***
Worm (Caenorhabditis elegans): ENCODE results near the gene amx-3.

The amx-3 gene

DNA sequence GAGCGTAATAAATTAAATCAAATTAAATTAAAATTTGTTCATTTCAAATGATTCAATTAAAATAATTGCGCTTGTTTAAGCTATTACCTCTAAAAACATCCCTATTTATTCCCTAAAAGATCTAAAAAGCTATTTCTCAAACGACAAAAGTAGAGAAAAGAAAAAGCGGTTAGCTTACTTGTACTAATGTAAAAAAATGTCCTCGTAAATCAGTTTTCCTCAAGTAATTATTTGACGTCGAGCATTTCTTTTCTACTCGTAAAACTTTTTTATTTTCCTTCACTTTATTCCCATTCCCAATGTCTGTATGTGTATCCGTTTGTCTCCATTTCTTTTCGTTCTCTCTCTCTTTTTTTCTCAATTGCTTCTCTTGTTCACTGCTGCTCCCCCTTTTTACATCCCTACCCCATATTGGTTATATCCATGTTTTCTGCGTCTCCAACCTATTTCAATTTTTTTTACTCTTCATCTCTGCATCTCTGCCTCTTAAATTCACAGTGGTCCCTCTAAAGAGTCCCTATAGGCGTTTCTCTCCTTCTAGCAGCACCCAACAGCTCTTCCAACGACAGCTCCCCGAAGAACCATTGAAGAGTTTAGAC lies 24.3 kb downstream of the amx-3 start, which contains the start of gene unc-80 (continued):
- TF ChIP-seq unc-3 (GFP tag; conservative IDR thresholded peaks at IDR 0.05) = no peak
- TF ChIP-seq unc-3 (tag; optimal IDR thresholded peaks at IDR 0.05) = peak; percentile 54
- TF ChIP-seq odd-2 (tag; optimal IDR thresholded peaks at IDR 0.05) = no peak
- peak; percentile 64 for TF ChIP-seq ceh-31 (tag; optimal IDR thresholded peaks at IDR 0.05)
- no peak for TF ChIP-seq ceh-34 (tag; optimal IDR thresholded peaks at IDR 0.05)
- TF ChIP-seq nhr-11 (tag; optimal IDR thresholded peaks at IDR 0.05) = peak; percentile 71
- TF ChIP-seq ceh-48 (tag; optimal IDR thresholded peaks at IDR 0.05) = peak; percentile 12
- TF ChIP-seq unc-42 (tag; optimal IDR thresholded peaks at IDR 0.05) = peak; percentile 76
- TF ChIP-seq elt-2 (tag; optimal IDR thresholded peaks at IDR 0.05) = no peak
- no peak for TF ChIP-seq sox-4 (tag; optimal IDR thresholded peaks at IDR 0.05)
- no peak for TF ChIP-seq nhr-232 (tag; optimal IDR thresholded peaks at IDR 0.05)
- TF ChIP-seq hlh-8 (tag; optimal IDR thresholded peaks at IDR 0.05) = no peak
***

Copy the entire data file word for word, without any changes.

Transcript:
Worm (Caenorhabditis elegans): ENCODE results near the gene amx-3.

The amx-3 gene

DNA sequence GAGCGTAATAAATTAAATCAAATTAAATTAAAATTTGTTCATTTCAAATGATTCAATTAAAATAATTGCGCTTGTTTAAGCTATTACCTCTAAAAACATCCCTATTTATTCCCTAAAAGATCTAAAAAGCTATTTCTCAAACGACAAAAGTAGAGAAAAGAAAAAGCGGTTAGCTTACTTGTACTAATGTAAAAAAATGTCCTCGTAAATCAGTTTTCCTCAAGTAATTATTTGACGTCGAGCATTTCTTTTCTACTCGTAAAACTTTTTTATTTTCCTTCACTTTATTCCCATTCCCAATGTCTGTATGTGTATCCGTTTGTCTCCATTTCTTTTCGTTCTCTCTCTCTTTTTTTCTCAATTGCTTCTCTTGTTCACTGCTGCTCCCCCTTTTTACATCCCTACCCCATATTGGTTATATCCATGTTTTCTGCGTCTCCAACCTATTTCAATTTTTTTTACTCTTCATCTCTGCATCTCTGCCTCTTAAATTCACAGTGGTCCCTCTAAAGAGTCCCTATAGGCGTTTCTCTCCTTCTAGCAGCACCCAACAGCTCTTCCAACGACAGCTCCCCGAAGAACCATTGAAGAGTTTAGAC lies 24.3 kb downstream of the amx-3 start, which contains the start of gene unc-80 (continued):
- TF ChIP-seq unc-3 (GFP tag; conservative IDR thresholded peaks at IDR 0.05) = no peak
- TF ChIP-seq unc-3 (tag; optimal IDR thresholded peaks at IDR 0.05) = peak; percentile 54
- TF ChIP-seq odd-2 (tag; optimal IDR thresholded peaks at IDR 0.05) = no peak
- peak; percentile 64 for TF ChIP-seq ceh-31 (tag; optimal IDR thresholded peaks at IDR 0.05)
- no peak for TF ChIP-seq ceh-34 (tag; optimal IDR thresholded peaks at IDR 0.05)
- TF ChIP-seq nhr-11 (tag; optimal IDR thresholded peaks at IDR 0.05) = peak; percentile 71
- TF ChIP-seq ceh-48 (tag; optimal IDR thresholded peaks at IDR 0.05) = peak; percentile 12
- TF ChIP-seq unc-42 (tag; optimal IDR thresholded peaks at IDR 0.05) = peak; percentile 76
- TF ChIP-seq elt-2 (tag; optimal IDR thresholded peaks at IDR 0.05) = no peak
- no peak for TF ChIP-seq sox-4 (tag; optimal IDR thresholded peaks at IDR 0.05)
- no peak for TF ChIP-seq nhr-232 (tag; optimal IDR thresholded peaks at IDR 0.05)
- TF ChIP-seq hlh-8 (tag; optimal IDR thresholded peaks at IDR 0.05) = no peak